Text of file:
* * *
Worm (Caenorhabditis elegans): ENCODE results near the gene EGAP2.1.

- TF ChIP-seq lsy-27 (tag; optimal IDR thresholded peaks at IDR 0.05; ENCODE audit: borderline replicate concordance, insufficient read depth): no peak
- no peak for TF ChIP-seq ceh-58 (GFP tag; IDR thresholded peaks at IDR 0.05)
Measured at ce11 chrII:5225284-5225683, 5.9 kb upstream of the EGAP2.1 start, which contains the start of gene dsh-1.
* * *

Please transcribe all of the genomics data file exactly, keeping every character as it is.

Worm (Caenorhabditis elegans): ENCODE results near the gene EGAP2.1.

- TF ChIP-seq lsy-27 (tag; optimal IDR thresholded peaks at IDR 0.05; ENCODE audit: borderline replicate concordance, insufficient read depth): no peak
- no peak for TF ChIP-seq ceh-58 (GFP tag; IDR thresholded peaks at IDR 0.05)
Measured at ce11 chrII:5225284-5225683, 5.9 kb upstream of the EGAP2.1 start, which contains the start of gene dsh-1.